Tom Jolliffe on the power of a top director…
We’ve all seen great directors deliver complex films, perhaps sprawling with ideas and scope. Perhaps an engrossing retelling of an event in history. A director like Christopher Nolan has spent almost his entire career on weaving complex and intricately stranded high concept films. It takes a good director to do the films he does. No question.
By the same token, there’s a big difference between a great director and a functional director. I think that can often be best illustrated in a film with a simple concept. Take a film for example, which in the context of a directors CV is fairly lithe. A lot of great directors have at least one in their filmography. In the case of Steven Spielberg’s Duel, it was the film that first brought him to attention. The film runs on the ruthlessly efficient premise that a man is being stalked, for no clearly defined reason, by an unseen foe in a truck. We get little characterisation for the leading man beyond what we see in the action of the film’s timeline. There’s a little background but the extent of his arc rests on his reactions. It’s this seemingly mild-mannered every man who is being pushed to unleash his most base survival instincts. Is it the best film in Spielberg’s career? Certainly not, but in its simplicity and visceral delivery, it showcases a film that works where only a marginal few directors at that time, could have done the same.
I recently re-watched Panic Room. Director David Fincher has always been known for creating complex cinema. Having cemented himself as a top director with the cult classic, Fight Club, his next choice was something of a surprise in as far as the distinctly ordinary premise. Total simplicity. Panic Room sets into motion the basic nature of the premise, and puts its inhabitants into it. In many films with such simple outlines, intimacy can be important. So it can often be that locations are either kept confined, or the action is rigidly locked to the protagonist even if the area the plot unfurls is more expansive (though the endlessly desolate highways of Duel still emote isolation and intimacy). Fincher opts to house the film within the walls of a three-story townhouse, with a panic room installed. The protagonist and her daughter having just moved in, unaware that the house still has a safe full of bearer bonds inside. When three criminals invade the house, mother (Jodie Foster) locks herself and daughter into the panic room. That in principle could end the film there, but the premise is kept going by the fact the safe is buried within the Panic Room. An impregnable room that three criminals need to get in, and no way out for the two inhabitants inside.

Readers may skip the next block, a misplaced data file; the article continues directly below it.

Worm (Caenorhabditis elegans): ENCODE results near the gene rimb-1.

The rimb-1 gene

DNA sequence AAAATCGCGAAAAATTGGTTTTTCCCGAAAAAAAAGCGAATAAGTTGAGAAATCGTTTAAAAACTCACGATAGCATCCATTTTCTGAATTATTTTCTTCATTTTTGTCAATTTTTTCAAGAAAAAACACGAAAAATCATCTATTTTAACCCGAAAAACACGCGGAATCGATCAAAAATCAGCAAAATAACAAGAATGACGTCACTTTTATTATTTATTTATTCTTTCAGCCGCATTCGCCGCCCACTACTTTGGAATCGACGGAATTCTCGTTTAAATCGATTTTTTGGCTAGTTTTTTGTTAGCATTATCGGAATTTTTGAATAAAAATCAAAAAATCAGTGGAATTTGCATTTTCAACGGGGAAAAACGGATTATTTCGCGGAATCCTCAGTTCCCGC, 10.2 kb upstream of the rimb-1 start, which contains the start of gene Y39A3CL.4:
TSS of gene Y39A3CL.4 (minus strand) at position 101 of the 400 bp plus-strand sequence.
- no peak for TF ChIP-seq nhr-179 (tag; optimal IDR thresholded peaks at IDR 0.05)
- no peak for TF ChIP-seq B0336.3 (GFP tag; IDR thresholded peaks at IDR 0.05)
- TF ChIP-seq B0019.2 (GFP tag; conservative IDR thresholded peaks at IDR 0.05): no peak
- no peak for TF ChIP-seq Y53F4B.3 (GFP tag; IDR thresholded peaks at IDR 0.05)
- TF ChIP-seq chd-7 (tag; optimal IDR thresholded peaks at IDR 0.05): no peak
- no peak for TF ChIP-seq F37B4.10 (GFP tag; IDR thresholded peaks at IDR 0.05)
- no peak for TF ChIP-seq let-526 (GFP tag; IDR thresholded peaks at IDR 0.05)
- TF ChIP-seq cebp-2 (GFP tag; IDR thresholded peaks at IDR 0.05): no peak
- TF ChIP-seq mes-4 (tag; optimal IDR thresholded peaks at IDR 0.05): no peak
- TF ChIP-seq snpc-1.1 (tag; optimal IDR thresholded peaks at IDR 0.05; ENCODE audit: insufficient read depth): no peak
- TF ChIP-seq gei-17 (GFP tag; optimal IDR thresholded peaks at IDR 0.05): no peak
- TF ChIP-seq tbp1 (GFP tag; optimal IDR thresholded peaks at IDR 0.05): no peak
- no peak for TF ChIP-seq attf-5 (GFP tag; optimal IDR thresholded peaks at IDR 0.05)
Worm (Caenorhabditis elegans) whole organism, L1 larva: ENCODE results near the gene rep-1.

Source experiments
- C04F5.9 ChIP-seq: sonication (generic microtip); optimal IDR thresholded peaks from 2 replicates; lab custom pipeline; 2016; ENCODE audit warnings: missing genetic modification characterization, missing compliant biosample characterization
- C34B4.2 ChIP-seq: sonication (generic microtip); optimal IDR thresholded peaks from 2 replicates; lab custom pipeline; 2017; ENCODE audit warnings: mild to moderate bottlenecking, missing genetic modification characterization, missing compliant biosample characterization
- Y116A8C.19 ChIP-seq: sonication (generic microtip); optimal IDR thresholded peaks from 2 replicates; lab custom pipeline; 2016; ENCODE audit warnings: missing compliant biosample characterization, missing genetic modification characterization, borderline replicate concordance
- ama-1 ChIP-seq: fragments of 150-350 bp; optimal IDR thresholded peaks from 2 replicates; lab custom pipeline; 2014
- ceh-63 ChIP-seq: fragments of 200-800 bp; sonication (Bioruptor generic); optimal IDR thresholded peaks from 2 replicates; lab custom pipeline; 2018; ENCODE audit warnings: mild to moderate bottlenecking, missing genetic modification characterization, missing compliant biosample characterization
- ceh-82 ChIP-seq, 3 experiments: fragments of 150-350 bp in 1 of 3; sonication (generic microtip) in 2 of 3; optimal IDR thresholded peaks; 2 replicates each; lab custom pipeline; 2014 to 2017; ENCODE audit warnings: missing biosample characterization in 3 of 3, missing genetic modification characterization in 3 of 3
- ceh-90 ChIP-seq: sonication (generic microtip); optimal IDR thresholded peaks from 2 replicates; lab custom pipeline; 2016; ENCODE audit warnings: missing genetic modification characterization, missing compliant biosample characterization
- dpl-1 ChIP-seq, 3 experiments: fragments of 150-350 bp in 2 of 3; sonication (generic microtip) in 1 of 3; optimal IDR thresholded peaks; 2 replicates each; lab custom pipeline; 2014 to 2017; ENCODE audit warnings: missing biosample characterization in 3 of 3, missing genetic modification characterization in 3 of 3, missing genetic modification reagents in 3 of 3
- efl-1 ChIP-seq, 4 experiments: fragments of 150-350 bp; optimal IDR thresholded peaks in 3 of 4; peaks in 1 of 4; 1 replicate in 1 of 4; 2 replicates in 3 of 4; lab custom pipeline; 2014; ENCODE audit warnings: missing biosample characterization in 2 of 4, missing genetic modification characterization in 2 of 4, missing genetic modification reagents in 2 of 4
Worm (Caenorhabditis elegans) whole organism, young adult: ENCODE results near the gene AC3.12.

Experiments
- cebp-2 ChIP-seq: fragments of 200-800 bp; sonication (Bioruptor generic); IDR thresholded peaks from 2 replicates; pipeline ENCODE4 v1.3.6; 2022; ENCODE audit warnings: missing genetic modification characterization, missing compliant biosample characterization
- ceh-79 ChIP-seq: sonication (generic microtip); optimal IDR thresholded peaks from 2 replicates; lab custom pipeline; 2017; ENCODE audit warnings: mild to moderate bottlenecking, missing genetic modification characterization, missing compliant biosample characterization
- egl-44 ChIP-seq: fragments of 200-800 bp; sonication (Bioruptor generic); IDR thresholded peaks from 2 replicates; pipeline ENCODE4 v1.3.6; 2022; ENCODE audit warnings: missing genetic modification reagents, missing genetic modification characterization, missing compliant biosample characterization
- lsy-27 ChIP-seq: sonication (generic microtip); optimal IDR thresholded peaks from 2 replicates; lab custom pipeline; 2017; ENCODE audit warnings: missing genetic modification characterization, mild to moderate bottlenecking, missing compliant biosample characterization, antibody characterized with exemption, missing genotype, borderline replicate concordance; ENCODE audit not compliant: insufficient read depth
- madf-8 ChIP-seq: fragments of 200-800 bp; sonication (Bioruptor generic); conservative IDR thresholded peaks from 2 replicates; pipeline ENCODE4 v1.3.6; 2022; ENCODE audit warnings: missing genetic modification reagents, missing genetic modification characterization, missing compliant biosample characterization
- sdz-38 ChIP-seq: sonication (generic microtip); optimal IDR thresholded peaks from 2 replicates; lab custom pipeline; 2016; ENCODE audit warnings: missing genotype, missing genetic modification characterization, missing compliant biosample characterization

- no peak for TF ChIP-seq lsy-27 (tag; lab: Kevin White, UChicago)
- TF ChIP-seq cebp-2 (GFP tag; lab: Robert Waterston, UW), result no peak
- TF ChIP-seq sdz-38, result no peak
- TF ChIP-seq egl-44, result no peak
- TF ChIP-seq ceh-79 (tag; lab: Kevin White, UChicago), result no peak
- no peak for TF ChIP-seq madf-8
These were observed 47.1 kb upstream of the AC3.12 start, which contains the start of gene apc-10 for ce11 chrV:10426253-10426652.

So this may not be a film that springs first to mind when considering Fincher’s works. It is however his simplest film and it’s one that under lesser hands could have been a TV movie special. Though the A-list cast (all on great form) certainly helps, it’s the directorial vision that sets it apart. The size of this cavernous house is contradictorily vast and claustrophobic all at the same time. The use of Fincher’s roving camera that can (with some CGI help) pass through floors and matter, brilliantly blue print out the location to the audience’s eye. By the time the film ends we know every room, the layout of the house, the hiding spots and the escapes. The camera creeps in like a sly documentarian on actions, conversations and intimate moments. There’s a complexity that Fincher brings to the camera and an intricacy that adds dimension to the functional outline. It goes further with his approach to the characterisations and the pacing. “Don’t wig out,” Kristen Stewart as daughter, says to Foster when they first lock themselves inside the panic room. We’ve already established the emotional fragility and temperate, introverted manner of Foster. Thus we are set, as audience, on a journey similar to Dennis Weaver in Duel. The survival instinct is triggered, bringing out an aggression and forceful decisive shift in Foster’s personality. There’s a clear arc from minute one to the end.